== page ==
The origins of the Cottenham Charities date back to the seventeenth century.

Almshouses Cottenham Cambridgeshire

Cottenham Almshouses c. 1910

John Moreton, by deed of 1671, gave half the rental of houses in Holborn in London for poor relief and for apprenticing in Cottenham. In 1728 £11 a year was spent on apprentices, £20 in 1783. Two sets of almshouses were later supported, one in Church End built in 1816, called Moreton’s almshouses, the other on Rampton Road and known as Little London.

Moreton’s almshouses fell vacant in the 1960s and were demolished.

In 1837 The Little London almshouses comprised four dwellings. They had been built on parish land sold to Moreton’s charity for £60. At that time Moreton’s charity made cash grants to people not receiving poor relief, and spent money on coal and medical care, on apprenticing, and on coats for the parish watchmen. In 1834 c. £550 was paid towards the new school in the village.

The current almshouses were rebuilt in 1853 in Tudor style as a central block with attached wings, comprising seven cottages. There was an Anglican chapel in the centre, opened on 7th March 1855, where services were held for the benefits of the inhabitants. The chapel has since been converted into two houses. The houses were modernised in 1961 with money raised by the sale of the Church End almshouses. The  photograph on this page shows the Little London almshouses and is dated 11th February 1911.

In 2007, after a survey of the almshouses revealed the listed buildings to be in poor condition, the trustees raised money for their renovation. A loan filled the £220,000 shortfall.

The charity’s income in 1982 was c. £1,675, half from the rents of the almspeople, which was spent on maintaining the properties.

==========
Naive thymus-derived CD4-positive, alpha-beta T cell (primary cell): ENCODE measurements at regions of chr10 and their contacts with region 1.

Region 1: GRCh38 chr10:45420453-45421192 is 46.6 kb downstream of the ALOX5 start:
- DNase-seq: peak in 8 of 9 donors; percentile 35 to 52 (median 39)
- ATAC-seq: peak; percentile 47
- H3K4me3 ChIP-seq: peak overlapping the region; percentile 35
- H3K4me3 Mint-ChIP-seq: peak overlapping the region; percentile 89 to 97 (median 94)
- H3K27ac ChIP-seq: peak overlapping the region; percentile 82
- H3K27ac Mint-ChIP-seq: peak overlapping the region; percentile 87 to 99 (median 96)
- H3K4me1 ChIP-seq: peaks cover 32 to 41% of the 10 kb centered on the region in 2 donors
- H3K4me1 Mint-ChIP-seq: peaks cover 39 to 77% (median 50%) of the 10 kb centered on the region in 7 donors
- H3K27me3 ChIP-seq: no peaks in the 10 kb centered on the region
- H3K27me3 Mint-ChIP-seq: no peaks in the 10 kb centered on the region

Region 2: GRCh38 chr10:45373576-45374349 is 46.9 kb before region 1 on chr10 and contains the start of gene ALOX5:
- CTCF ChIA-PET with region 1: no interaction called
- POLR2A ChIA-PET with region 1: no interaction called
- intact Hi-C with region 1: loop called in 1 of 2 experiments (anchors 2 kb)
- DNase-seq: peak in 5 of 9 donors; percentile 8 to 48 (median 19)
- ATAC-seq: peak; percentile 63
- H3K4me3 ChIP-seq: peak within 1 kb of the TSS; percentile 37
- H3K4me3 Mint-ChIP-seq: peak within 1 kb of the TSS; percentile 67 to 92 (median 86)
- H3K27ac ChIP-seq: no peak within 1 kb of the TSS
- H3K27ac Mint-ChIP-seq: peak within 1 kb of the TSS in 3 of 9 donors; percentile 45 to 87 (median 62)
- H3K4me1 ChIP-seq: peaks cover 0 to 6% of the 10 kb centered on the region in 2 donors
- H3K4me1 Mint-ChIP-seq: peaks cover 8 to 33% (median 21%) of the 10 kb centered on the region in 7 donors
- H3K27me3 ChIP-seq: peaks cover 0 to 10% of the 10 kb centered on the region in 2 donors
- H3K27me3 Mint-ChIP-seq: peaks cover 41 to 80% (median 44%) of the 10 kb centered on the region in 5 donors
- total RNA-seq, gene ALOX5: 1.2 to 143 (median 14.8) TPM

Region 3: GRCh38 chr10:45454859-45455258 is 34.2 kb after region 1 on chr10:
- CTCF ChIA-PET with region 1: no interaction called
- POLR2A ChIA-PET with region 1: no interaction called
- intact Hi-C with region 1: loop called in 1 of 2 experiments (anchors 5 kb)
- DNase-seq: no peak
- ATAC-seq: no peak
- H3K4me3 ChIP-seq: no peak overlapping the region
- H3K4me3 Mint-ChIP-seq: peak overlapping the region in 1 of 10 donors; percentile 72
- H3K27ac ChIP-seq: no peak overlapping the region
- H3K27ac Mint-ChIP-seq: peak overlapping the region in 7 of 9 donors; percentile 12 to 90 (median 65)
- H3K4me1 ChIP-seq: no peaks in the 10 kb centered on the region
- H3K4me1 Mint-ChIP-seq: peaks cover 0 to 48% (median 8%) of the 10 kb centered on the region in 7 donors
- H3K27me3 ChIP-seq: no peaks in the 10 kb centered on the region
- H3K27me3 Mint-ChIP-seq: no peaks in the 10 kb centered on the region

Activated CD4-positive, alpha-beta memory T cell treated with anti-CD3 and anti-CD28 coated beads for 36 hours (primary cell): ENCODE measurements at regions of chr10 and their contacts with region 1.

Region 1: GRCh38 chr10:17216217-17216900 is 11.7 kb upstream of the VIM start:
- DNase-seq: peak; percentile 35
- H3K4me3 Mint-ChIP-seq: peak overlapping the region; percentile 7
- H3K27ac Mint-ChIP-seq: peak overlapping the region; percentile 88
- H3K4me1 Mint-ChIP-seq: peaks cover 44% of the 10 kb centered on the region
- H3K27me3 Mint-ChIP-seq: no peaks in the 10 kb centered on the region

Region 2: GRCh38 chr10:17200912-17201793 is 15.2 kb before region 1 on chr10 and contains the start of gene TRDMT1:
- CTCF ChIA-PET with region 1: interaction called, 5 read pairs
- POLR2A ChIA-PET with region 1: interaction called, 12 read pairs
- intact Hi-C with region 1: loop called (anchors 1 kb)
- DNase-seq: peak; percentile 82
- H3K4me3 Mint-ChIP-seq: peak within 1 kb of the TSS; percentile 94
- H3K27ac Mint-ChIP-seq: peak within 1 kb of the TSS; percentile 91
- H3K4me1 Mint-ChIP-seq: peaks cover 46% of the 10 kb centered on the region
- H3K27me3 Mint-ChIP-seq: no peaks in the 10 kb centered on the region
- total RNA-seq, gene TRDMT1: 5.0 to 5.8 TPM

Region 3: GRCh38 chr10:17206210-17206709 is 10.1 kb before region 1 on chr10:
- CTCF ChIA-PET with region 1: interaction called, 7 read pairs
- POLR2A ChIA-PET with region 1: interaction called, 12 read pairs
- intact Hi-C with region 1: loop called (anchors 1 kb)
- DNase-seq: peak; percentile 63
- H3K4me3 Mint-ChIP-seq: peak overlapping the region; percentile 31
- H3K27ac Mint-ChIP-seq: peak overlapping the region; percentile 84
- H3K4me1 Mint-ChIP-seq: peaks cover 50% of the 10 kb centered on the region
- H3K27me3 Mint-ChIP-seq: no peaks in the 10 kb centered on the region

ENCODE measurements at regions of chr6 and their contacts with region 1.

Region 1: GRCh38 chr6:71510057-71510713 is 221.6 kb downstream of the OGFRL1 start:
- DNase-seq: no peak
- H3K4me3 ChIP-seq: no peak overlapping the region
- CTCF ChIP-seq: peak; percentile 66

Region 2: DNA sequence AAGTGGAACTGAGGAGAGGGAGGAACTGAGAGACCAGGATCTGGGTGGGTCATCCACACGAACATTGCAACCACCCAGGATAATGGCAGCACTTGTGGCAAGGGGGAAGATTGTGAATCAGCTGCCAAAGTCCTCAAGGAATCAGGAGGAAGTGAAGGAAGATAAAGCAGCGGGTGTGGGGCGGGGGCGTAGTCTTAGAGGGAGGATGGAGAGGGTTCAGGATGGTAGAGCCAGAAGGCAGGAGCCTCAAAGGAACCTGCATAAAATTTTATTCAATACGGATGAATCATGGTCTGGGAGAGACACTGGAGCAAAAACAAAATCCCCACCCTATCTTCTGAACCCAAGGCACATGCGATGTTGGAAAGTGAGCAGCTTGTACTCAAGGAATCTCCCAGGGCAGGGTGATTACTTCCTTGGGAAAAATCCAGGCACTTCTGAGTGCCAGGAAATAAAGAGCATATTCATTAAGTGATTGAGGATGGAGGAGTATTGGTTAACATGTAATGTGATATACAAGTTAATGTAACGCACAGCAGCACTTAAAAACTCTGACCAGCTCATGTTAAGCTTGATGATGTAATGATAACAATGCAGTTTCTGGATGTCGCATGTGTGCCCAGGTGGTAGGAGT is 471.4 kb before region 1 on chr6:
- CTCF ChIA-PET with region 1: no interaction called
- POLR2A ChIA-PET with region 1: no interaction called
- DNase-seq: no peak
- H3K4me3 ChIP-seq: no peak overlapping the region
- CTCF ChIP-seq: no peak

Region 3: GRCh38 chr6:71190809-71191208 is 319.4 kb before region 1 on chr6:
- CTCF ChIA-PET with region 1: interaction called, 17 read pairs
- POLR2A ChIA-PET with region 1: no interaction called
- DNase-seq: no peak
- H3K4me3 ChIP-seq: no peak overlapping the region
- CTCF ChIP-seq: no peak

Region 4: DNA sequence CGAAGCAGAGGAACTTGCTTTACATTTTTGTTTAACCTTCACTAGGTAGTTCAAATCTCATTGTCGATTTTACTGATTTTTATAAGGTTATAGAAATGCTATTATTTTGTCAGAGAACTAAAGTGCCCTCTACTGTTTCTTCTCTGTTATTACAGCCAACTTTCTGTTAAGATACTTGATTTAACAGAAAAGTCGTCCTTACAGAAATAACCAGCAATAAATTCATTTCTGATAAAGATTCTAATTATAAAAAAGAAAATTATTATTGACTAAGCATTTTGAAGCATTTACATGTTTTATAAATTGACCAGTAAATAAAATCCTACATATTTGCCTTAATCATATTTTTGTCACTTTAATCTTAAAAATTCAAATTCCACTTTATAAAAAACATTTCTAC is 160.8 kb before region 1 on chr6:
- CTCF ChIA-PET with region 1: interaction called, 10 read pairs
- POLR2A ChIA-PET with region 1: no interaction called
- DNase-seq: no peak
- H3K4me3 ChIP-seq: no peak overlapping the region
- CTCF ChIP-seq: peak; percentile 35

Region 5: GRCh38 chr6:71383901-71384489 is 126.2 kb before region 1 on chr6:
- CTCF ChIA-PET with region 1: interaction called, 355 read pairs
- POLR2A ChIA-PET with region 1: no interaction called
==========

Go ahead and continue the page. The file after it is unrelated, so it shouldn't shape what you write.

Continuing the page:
The Town Lands charity was established in1664 with an endowment of 5½ acres bought by public subscription. By 1876 the income was usually spent on goods for poor families.

Thomas Maulden, by deed of 1713, gave land and a common right for which £16 were allotted at enclosure in 1847.

One third of the income of Catherine Pepys’s charity was for the poor of Cottenham.

Thomas Ridge, in 1901, gave four cottages, the rent of which was to relieve 12 poor people a year.

The Town Lands, Thomas Maulden’s charity, Catherine Pepys’s eleemosynary charity, and Ridge’s charity were amalgamated in 1970 to form the Cottenham United Charity. The total income in 1982 was c. £480, of which £305 was spent on Christmas gift vouchers.

Cottenham United Charity is an amalgamation of four charities, the prime one dating from 1703 when Catherine Pepys, widow of Thomas Hobson (of Hobson’s Choice fame), provided funds for a school in Cottenham and left bequests to support Parishioners on low income. The Rampton Road allotments are owned by this charity and the income from letting is used, together with the bequest, to give grants to those who cannot afford to purchase essential equipment and it also gives grants to about 50 individuals on low income at Christmas.


As the late Olwyn Peacock wrote: ‘In 1671 John Moreton conveyed to Doctor John Pepys and others of Cottenham half the rental of houses in Holborn, London for poor relief and for apprenticing in the village.’

This Charity, now managed by the Trustees of the Cottenham Charities, financed the building of the six almshouses and a chapel at Little London, Townsland, Rampton Road in 1853; undertook their refurbishment in 1960; and in 2007 completed a modernisation of the houses in order to provide tenants with high quality accommodation.

The building work was sensitive to the rules governing listed properties and this contributed significantly to the expense and the ultimate issue of funding. But through a combination of our own funds and some very generous donations the work was successfully completed.

The almshouses have been home to hundreds of residents over the past 150 years and the Trustees seek to ensure that many more residents will benefit in the future.